“Music” and the “i” Generation…
It took a full half-hour for us to clear passport control in Brussels (about the time it takes illegals to slip across Western borders never to be heard from again). That left forty-five minutes for another one-kilometer dash across the terminal to the security checkpoint followed by a final push to the gate. What they don’t tell you when you purchase those cut-rate connecting flights to Europe is that for a reduced fare you get to enjoy being stripped and molested twice. One oughtn’t to complain about the security regime at airports, knowing that the alternative is being blown out of the air by a terrorist bomb (even if airline passengers face a greater risk of being blown out of the air by the Russian military). And then the fact that a terrorist can secrete (pun unintended) a bomb in his underwear merely demonstrates how futile our vigilance is against anyone determined and masochistic enough to commit suicide by so exquisitely painful a method. (One supposes that Muslims believe in the regeneration of the body in the afterworld, else all those comely virgins would be a waste on the underwear bomber.)
Besides the sheer annoyance of airport security, one should never underestimate the challenge of divesting oneself into those little plastic bins when, after seven hours in the air over the Atlantic, one is sleepless and in orthopedic distress. Extricating one’s shoulders from camera, passport, and computer bags (without getting their straps twisted together); removing coat, sports jacket, belt, and shoes; emptying pockets of bills, change, credit cards, keys, and lighter (oops!); liberating the laptop from its case; and doing it all while a hundred passengers are watching and waiting impatiently in the line behind, takes a degree of coordination and composure that would have taxed Houdini in his prime. Doing it all in reverse on the other side of the metal detector, with the same travelers glaring at you again as you try not to leave anything behind and fumble to get your clothes back on, is likewise no mean test. Over the years of traveling, Mrs. P. and I have left enough items of clothing (hats, scarves, gloves, ties) in the security bins to start a small haberdashery shop. For reasons of soi-disant security (compounded by senility), the guards at Heathrow already have a lifetime supply of my Zippos.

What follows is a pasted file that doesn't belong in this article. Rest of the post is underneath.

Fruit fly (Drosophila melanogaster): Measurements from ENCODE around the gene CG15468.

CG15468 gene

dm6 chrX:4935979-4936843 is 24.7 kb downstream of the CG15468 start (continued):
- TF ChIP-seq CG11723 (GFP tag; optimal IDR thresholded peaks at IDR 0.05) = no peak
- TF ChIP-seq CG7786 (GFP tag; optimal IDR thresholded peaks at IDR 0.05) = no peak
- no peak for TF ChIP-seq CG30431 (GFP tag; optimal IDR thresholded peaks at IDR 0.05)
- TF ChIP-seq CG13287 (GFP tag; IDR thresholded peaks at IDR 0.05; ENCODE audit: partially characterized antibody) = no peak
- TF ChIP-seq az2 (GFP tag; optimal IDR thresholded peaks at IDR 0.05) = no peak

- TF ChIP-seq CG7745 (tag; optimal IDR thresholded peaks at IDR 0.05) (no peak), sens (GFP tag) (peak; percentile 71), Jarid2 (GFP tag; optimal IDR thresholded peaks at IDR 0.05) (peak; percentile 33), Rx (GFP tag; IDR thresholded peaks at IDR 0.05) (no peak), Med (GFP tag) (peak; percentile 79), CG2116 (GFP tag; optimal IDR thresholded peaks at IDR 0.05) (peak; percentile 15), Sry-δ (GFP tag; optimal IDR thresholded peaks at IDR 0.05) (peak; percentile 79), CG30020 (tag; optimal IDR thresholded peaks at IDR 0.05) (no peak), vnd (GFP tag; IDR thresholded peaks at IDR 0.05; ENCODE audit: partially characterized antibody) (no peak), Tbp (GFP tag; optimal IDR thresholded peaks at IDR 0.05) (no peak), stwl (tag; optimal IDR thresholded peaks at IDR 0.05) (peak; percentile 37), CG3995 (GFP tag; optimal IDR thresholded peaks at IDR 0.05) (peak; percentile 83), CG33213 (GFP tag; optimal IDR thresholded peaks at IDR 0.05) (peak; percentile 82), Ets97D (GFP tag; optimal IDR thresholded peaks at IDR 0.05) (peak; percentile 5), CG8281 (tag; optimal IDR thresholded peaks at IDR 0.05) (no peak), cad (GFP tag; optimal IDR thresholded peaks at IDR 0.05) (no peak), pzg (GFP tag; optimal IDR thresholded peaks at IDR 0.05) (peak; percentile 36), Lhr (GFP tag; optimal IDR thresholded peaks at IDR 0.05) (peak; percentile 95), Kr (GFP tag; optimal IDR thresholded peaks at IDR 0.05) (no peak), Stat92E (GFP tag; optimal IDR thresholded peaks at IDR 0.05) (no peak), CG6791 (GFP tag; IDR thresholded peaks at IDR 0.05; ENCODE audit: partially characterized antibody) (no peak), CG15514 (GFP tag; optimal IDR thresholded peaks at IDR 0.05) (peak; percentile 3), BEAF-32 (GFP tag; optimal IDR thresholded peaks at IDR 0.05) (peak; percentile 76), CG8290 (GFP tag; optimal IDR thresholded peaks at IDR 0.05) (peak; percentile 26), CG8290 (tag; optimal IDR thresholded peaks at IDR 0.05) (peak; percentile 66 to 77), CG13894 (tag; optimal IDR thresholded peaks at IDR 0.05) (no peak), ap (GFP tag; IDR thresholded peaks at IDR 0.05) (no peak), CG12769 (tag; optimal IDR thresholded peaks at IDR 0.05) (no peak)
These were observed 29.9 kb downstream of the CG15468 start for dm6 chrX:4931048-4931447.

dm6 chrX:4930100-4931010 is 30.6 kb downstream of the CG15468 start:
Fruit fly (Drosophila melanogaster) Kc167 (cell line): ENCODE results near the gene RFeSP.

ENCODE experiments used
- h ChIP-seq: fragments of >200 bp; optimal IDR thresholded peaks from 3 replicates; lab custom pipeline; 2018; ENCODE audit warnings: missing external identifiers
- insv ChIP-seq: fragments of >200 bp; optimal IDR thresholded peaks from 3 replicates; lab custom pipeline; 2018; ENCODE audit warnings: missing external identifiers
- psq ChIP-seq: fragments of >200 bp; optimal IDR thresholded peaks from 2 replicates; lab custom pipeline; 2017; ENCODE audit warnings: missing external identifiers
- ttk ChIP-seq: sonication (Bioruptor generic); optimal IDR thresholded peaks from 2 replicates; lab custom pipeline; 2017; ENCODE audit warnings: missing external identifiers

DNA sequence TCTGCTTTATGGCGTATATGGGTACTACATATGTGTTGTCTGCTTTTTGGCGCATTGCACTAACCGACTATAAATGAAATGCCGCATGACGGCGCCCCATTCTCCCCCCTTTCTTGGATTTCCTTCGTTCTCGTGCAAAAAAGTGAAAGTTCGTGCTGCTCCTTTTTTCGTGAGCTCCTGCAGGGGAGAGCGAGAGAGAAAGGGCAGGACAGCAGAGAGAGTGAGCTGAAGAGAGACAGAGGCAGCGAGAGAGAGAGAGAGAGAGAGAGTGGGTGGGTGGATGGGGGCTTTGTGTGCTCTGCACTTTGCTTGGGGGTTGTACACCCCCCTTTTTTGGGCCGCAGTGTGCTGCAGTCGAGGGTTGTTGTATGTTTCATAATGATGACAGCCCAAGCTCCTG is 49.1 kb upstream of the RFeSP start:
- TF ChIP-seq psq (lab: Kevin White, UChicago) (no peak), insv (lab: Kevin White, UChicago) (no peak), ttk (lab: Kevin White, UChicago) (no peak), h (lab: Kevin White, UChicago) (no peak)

One final sprint brought us from security to our departure gate, where we arrived five minutes before take-off, and as the last passengers to board, were subjected to the scowls of another angry mob.
The connecting flight from Brussels to Milan was tolerable enough, save for a passenger across the aisle whose earphones overflowed with an incessant, high-pitched ch-chka-ch-chka-ch-chka. Polluting the atmosphere with the “music” from one’s earphones or car radio is now a form of self-assertion, scarcely more refined than the ritual in which animals lay claim to new territory by urinating around its perimeter. (But then animals don’t urinate into your ears.) In the age of My Computer, My Pictures, and My Music, my music is your music, whether you like it or not. And so one’s ears are inundated by these aural effluents everywhere in our technological age, when the ubiquity of i-Pods, i-Pads, i-Phones—the “i” being the subjective form of the possessive “my”–, and other mobile disturbers of the peace bespeaks our culture’s primordial fear of being alone with its thoughts (if it has any thoughts), and its consequently hopeless addiction to auditory and visual stimulation. If Islamists really wanted to terrorize the population of the West, their most effective tactic would be to disrupt the supply of these adult pacifiers.
Music that is offensive to captive listeners—and how could anything downloadable from i-Tunes not be offensive?–is a form of torture. It was most recently recognized as such in Guantanemo Bay, when President Obama ended it and other cruel interrogation practices on the high moral principle that anything that was instituted by the Bush Administration must be ipso facto wrong. So, Mr. President. You believe in regulation, don’t you? How about it?